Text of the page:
When Webb was announced, the crowd only clapped politely.

There were no planted campaign volunteers the crowd waving Webb 2016 signs, no t-shirts with campaign slogans. It was clear that aside from his one staffer and the handful of VIPs that organizers introduced him to, I was probably one of the only person in the crowd that recognized him, let alone knew that he’s running for president.

It was a deeply weird moment and Webb, or anyone for that matter, could be forgiven feeling and looking awkward as he walks solitary to the viewing stand.

But Webb was at ease, casually walking past the caber tossing as he made his way, unaware, to join the gathered VIPs.

If it all is a little odd, Webb seems to know exactly what he’s doing. “Where do you want me? Is this OK?” he asked when we started our interview. There are some of the obvious trappings of a campaign, too — Webb is constantly flanked by his body man, who had Webb 2016 bumper stickers stuck in his back pocket last weekend. And organizers, recognizing that this was the first time in the Greenville Scottish Games history that a presidential candidate has visited, kept Webb on a tight schedule, ferrying him about the sprawling event site in a VIP golf cart (over his protestations — “Jim keeps saying we want to walk around, but they insist on using the golf cart,” Webb’s man, Joe Stanley said).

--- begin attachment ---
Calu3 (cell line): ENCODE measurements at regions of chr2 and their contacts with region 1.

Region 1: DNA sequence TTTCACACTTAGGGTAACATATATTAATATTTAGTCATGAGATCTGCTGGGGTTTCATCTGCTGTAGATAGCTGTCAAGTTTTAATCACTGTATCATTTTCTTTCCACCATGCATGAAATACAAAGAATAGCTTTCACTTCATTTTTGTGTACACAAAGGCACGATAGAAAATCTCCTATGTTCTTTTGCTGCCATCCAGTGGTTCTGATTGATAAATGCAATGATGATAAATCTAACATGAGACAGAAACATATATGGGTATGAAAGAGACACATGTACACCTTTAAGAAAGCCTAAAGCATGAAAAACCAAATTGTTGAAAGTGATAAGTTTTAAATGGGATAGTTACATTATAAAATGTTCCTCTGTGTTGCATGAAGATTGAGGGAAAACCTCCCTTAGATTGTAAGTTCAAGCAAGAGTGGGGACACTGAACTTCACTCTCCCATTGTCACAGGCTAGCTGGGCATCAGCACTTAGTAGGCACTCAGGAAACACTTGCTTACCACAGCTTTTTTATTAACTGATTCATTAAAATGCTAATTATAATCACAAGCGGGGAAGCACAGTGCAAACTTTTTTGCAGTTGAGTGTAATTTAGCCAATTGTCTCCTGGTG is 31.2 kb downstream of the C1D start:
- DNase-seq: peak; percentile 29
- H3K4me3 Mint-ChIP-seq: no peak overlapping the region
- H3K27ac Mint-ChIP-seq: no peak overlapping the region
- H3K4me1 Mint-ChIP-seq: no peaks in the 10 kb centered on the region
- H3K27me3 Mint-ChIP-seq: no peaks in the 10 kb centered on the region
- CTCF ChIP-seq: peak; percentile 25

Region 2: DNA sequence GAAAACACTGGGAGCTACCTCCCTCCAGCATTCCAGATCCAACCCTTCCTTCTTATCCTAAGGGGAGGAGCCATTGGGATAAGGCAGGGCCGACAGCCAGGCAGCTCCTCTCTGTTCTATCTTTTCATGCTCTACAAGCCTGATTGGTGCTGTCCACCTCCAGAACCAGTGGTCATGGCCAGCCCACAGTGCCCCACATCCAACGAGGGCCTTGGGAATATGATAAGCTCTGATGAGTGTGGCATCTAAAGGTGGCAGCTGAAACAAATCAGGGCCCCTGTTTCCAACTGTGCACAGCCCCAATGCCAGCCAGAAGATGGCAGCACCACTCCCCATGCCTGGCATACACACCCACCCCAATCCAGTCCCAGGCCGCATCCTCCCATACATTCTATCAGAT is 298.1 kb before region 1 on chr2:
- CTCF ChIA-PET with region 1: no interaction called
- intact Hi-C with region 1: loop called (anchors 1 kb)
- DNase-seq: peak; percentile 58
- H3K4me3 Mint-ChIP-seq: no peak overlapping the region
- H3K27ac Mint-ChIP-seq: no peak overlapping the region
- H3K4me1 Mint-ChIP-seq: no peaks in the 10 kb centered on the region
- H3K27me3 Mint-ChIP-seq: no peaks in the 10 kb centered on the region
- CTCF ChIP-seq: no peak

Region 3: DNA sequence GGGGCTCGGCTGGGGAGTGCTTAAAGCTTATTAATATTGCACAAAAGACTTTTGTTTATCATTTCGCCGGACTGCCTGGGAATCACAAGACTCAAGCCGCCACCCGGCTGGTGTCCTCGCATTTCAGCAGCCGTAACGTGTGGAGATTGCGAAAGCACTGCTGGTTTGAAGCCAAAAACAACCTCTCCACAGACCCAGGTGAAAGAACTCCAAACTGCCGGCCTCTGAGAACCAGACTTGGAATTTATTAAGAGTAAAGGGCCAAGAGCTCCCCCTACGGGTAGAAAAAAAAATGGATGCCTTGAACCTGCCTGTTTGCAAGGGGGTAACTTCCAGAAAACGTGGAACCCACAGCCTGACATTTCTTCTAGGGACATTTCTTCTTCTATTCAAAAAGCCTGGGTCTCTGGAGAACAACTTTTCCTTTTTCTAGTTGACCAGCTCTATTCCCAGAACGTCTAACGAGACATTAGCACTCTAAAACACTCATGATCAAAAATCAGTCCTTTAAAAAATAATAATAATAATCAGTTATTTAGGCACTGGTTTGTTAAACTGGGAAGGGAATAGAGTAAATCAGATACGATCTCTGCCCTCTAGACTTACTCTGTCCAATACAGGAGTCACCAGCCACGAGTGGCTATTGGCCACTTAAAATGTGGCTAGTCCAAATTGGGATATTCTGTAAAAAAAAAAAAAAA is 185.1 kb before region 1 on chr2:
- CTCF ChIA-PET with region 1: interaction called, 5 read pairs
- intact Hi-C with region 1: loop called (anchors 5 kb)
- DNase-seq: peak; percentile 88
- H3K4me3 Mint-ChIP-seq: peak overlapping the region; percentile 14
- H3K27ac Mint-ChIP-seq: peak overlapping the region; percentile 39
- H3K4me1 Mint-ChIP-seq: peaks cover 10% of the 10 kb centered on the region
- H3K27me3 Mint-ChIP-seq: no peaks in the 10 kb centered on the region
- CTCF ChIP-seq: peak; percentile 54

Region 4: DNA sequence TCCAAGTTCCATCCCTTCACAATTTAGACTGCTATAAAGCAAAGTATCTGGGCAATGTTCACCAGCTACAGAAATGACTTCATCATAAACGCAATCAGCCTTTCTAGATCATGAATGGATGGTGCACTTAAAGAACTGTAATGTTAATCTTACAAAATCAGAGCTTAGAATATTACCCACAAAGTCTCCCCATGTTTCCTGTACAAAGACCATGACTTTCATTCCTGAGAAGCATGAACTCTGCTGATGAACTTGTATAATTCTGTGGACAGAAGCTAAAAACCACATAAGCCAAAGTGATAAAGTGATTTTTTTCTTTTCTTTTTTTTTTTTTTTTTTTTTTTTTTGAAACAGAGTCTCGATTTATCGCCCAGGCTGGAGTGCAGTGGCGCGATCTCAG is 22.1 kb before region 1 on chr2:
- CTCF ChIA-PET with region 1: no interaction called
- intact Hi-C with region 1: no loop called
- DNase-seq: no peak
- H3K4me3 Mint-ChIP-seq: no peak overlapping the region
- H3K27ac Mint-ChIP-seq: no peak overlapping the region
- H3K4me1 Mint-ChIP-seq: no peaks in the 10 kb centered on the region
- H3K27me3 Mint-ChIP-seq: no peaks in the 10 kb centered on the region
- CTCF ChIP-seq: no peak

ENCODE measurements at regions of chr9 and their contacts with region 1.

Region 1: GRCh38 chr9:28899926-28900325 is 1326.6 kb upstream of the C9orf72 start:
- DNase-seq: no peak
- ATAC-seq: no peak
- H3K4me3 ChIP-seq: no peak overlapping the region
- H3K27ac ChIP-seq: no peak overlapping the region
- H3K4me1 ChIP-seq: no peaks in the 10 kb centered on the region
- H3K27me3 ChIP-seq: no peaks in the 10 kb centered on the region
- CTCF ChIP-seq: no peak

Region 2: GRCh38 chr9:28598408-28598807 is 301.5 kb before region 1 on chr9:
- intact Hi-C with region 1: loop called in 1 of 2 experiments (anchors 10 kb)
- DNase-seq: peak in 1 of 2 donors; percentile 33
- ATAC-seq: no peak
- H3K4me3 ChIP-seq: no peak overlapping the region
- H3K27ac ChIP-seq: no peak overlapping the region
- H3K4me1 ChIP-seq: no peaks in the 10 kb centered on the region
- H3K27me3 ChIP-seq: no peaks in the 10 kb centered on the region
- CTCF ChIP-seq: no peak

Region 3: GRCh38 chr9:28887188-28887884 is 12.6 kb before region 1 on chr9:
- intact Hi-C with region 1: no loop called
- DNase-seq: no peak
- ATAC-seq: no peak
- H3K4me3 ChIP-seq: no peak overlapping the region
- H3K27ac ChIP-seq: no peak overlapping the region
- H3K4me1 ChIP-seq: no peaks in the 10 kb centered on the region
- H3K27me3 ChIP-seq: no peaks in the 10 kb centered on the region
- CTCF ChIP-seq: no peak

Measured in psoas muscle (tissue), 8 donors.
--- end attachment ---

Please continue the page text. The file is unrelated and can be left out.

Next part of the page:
Webb maintains this is all to plan, and that it is working, even if it hasn’t gotten much, if any, attention from the campaign press corps.

“We have our own pace,” he told me. “The Democratic side is different from the Republican side in terms of how you can get your message out and in terms of how you can even proceed forward with a campaign. We’ve set a baseline of what we would attempt to do, and we’ve done it carefully.”

Asked why, as a presidential candidate, he’d spend the first day of the Memorial Day weekend at this particular stop, he replied, “This is an interesting event. I’ve never been to it, but it celebrates the impact of the Scottish, and particularly the Scotch-Irish immigration into the country … I’ve always wanted to see this.”